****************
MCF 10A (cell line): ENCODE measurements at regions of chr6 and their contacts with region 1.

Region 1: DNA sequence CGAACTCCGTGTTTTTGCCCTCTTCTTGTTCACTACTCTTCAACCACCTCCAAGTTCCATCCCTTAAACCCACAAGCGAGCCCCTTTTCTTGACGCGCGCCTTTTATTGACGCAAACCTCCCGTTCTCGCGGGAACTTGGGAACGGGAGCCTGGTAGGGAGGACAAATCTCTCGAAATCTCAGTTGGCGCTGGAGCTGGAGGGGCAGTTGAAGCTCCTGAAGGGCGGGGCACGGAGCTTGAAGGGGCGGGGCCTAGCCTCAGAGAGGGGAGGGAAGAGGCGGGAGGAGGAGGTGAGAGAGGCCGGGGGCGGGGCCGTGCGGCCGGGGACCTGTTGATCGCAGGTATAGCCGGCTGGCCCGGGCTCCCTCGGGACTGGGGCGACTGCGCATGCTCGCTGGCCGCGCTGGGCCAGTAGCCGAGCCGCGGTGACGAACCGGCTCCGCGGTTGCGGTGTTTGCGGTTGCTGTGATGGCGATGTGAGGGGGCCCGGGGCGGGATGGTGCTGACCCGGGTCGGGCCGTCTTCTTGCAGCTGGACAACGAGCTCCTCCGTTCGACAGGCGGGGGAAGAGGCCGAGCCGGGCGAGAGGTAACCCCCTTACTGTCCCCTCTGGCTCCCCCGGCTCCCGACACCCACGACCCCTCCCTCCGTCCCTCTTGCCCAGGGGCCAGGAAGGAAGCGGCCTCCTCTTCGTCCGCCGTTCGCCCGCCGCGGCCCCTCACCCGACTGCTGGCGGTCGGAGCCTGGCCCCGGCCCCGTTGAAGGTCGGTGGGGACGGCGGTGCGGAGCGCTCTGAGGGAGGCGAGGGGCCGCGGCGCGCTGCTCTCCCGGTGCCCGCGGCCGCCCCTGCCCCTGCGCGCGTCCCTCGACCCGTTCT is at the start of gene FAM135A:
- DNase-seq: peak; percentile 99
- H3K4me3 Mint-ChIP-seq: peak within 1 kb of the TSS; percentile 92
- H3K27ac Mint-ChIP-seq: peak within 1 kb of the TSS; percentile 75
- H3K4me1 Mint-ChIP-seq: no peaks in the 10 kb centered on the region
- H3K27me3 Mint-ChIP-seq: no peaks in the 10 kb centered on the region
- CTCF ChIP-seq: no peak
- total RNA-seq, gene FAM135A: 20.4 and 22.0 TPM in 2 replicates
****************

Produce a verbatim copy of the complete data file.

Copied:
MCF 10A (cell line): ENCODE measurements at regions of chr6 and their contacts with region 1.

Region 1: DNA sequence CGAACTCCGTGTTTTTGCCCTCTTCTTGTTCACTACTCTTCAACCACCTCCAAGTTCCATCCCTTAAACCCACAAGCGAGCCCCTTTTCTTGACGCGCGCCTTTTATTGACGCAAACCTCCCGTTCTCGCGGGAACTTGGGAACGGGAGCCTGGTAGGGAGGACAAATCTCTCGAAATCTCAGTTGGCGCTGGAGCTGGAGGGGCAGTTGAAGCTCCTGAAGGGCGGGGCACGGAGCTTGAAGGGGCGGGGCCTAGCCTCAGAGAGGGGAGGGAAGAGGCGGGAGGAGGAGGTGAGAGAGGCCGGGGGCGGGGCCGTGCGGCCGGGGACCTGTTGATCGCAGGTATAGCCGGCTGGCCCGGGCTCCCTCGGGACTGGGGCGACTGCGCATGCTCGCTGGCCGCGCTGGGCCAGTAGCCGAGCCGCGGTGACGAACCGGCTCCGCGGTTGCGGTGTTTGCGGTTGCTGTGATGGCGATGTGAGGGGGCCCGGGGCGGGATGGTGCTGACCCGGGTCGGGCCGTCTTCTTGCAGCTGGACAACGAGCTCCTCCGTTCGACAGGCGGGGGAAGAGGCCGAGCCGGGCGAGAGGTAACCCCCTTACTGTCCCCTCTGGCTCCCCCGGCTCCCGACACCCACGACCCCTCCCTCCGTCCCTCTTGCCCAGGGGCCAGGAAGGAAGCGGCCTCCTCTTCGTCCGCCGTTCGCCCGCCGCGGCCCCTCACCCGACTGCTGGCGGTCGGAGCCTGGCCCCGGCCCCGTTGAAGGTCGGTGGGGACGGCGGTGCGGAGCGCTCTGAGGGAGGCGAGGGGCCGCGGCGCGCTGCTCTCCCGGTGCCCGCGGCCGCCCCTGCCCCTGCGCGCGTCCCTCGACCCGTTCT is at the start of gene FAM135A:
- DNase-seq: peak; percentile 99
- H3K4me3 Mint-ChIP-seq: peak within 1 kb of the TSS; percentile 92
- H3K27ac Mint-ChIP-seq: peak within 1 kb of the TSS; percentile 75
- H3K4me1 Mint-ChIP-seq: no peaks in the 10 kb centered on the region
- H3K27me3 Mint-ChIP-seq: no peaks in the 10 kb centered on the region
- CTCF ChIP-seq: no peak
- total RNA-seq, gene FAM135A: 20.4 and 22.0 TPM in 2 replicates